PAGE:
There are hardcores who say “I only ride in Dickies,” but they’re just not that comfortable in our experience. We’re also not fans of basketball shorts or running shorts. They’re just not tough enough, and the fits can snag your saddle, etc. Even jeans with lots of stretch are sweaty and prone to chafing, especially if you’re going for a pedal instead of a few park laps. They look sick mid run though.
So our advice is to pony up for a tough pair of shorts that should last a long time. A rugged pair of shorts should last for years, and be loads better than the alternatives. I’m a fan of the fit and feel of Fox’s Defend shorts, but haven’t used them enough to comment on durability. We’ve also tested lots of DH pants before.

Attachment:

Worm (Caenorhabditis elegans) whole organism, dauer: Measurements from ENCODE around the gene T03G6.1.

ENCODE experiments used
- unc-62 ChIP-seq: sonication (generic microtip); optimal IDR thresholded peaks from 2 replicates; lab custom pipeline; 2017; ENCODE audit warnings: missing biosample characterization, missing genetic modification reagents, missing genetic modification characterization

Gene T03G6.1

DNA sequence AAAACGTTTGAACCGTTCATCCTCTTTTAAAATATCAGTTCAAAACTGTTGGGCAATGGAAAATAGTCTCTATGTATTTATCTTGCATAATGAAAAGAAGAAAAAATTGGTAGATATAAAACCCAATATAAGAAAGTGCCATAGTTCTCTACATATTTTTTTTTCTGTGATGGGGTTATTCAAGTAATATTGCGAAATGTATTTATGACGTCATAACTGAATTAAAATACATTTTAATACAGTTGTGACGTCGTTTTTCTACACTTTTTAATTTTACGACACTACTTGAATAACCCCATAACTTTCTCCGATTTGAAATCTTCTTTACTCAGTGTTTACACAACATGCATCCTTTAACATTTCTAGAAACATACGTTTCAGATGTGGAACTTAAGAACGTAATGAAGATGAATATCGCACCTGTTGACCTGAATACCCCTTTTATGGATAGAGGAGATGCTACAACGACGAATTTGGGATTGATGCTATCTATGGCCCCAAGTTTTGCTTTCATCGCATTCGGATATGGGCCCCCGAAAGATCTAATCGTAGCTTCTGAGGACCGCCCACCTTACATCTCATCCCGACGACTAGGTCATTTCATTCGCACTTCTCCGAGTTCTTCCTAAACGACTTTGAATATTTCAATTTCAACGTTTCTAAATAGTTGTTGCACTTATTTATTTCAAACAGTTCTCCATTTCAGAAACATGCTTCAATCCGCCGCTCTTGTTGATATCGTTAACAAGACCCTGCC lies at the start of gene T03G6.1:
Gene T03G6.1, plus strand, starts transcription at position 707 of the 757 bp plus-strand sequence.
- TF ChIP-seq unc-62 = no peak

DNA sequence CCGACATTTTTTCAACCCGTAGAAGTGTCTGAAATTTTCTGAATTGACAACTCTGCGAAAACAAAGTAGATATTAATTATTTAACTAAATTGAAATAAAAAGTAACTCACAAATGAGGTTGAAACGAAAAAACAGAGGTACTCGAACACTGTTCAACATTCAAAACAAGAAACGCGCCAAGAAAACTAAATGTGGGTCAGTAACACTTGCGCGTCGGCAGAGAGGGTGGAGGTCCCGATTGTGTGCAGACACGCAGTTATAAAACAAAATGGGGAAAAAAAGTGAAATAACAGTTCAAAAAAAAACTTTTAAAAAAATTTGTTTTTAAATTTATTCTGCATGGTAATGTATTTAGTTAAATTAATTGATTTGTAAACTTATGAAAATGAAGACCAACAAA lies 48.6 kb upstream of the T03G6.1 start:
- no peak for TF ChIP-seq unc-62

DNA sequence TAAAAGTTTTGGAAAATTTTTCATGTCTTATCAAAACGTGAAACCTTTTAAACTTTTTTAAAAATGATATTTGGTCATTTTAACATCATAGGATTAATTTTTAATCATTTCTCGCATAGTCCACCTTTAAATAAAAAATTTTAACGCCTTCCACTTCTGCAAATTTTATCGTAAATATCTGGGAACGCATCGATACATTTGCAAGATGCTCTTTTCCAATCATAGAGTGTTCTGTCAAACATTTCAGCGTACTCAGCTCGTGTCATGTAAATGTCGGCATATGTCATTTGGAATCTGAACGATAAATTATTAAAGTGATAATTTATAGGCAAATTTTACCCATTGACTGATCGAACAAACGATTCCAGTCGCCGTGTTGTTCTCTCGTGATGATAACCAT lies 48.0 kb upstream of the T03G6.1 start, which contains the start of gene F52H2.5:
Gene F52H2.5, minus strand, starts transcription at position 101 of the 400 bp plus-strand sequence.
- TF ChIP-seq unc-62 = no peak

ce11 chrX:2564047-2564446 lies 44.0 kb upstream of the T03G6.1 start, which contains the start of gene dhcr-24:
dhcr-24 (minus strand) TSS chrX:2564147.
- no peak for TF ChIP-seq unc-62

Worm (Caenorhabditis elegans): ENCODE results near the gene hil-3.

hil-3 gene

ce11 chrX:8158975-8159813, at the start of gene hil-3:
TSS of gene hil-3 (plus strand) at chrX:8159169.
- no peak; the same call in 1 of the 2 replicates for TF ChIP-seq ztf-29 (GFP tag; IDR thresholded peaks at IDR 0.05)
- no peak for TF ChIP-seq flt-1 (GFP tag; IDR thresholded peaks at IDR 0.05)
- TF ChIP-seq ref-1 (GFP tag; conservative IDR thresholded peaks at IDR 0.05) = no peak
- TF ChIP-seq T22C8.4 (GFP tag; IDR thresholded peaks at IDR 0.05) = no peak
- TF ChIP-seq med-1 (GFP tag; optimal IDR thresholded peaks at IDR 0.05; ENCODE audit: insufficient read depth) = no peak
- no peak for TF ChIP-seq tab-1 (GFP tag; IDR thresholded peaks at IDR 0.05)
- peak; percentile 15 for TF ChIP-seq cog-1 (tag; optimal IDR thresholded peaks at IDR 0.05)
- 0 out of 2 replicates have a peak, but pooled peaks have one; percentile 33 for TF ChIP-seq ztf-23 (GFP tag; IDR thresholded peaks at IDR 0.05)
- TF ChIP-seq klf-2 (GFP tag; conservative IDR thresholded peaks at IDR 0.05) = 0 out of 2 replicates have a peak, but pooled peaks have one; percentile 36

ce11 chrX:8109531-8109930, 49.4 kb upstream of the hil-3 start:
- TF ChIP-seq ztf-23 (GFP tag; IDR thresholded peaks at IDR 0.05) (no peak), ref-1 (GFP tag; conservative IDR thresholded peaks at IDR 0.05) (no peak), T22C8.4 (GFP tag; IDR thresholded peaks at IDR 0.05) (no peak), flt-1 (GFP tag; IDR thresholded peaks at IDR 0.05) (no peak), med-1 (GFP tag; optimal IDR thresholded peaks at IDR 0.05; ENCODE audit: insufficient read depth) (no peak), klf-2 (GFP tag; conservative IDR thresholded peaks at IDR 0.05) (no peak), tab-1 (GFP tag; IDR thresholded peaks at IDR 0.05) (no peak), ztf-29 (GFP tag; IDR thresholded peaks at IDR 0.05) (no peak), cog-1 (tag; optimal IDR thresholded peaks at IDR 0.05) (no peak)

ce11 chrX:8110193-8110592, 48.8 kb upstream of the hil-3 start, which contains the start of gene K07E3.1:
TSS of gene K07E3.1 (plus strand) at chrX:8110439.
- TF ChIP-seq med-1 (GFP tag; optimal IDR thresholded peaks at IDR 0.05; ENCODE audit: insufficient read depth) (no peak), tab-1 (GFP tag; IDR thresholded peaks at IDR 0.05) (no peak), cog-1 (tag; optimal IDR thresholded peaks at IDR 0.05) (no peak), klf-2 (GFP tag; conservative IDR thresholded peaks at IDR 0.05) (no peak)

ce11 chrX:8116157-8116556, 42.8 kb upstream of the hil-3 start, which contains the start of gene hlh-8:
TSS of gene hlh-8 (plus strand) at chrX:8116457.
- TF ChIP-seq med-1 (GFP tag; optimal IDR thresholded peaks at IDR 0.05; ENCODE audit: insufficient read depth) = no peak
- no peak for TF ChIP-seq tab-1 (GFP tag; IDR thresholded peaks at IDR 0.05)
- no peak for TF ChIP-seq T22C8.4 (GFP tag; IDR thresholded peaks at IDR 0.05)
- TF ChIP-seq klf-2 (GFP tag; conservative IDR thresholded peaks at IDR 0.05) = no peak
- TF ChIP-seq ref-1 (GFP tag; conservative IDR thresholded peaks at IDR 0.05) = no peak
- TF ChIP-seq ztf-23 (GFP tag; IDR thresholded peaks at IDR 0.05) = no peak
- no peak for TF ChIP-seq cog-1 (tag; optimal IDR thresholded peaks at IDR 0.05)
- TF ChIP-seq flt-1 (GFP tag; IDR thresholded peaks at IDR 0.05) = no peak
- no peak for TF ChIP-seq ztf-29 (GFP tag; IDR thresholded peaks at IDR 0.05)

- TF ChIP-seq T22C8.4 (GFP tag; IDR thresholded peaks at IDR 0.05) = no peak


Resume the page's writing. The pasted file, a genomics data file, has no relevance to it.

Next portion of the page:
Save on Hip Packs
Typical Price: $100+ USD
Recommendation: ~$20 USD
We’re fans of hip packs, especially versus backpacks. They hold your stuff nice and low, and they flop around a lot less because they’re attached to your hips instead of your shoulders.
But regardless of all the fancy padding, straps, fabrics, and buckles, most of them fit well and stay put decently—even some that would be more at home in the mall around the front of a Champion hoodie.
We don’t recommend getting the cheapest fast-fashion options out there (see above), but there are tons of excellent non-bike-specific hip packs out there. Generalist hip packs from Dakine, Deuter, and lots more have excellent features and cost less than $20 USD. Look for bags with a little bit of structure to prevent flopping, and if you must have that Mickey Mouse print one from the thrift store just spend $5 on a new buckles.
Spend on Pads
Recommendation: $80+ USD
Used: No, just no